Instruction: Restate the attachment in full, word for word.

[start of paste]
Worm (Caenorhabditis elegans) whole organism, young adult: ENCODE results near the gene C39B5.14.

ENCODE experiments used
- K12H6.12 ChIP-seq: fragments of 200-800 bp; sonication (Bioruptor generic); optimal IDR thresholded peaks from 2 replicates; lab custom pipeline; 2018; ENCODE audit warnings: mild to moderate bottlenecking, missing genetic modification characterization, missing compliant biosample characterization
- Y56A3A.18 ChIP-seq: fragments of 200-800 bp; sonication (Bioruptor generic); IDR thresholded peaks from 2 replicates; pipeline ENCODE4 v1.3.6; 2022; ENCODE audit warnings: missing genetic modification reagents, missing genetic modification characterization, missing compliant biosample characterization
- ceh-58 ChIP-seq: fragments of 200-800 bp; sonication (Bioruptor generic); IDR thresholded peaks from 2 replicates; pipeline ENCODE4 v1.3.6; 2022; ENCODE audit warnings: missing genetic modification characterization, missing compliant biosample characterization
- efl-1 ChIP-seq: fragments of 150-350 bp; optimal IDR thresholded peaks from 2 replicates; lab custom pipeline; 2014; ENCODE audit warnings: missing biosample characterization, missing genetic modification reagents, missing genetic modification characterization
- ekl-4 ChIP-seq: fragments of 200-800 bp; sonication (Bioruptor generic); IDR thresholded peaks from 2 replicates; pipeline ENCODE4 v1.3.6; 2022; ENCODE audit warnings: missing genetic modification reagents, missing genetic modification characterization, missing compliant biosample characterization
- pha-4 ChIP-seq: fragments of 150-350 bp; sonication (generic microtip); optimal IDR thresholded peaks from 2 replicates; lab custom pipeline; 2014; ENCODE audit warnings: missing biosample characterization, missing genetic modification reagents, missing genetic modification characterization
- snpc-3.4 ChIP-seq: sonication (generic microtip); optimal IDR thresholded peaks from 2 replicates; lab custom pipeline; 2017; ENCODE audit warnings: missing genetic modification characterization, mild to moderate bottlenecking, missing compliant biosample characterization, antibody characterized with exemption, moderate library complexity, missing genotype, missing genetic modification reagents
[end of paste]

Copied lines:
Worm (Caenorhabditis elegans) whole organism, young adult: ENCODE results near the gene C39B5.14.

ENCODE experiments used
- K12H6.12 ChIP-seq: fragments of 200-800 bp; sonication (Bioruptor generic); optimal IDR thresholded peaks from 2 replicates; lab custom pipeline; 2018; ENCODE audit warnings: mild to moderate bottlenecking, missing genetic modification characterization, missing compliant biosample characterization
- Y56A3A.18 ChIP-seq: fragments of 200-800 bp; sonication (Bioruptor generic); IDR thresholded peaks from 2 replicates; pipeline ENCODE4 v1.3.6; 2022; ENCODE audit warnings: missing genetic modification reagents, missing genetic modification characterization, missing compliant biosample characterization
- ceh-58 ChIP-seq: fragments of 200-800 bp; sonication (Bioruptor generic); IDR thresholded peaks from 2 replicates; pipeline ENCODE4 v1.3.6; 2022; ENCODE audit warnings: missing genetic modification characterization, missing compliant biosample characterization
- efl-1 ChIP-seq: fragments of 150-350 bp; optimal IDR thresholded peaks from 2 replicates; lab custom pipeline; 2014; ENCODE audit warnings: missing biosample characterization, missing genetic modification reagents, missing genetic modification characterization
- ekl-4 ChIP-seq: fragments of 200-800 bp; sonication (Bioruptor generic); IDR thresholded peaks from 2 replicates; pipeline ENCODE4 v1.3.6; 2022; ENCODE audit warnings: missing genetic modification reagents, missing genetic modification characterization, missing compliant biosample characterization
- pha-4 ChIP-seq: fragments of 150-350 bp; sonication (generic microtip); optimal IDR thresholded peaks from 2 replicates; lab custom pipeline; 2014; ENCODE audit warnings: missing biosample characterization, missing genetic modification reagents, missing genetic modification characterization
- snpc-3.4 ChIP-seq: sonication (generic microtip); optimal IDR thresholded peaks from 2 replicates; lab custom pipeline; 2017; ENCODE audit warnings: missing genetic modification characterization, mild to moderate bottlenecking, missing compliant biosample characterization, antibody characterized with exemption, moderate library complexity, missing genotype, missing genetic modification reagents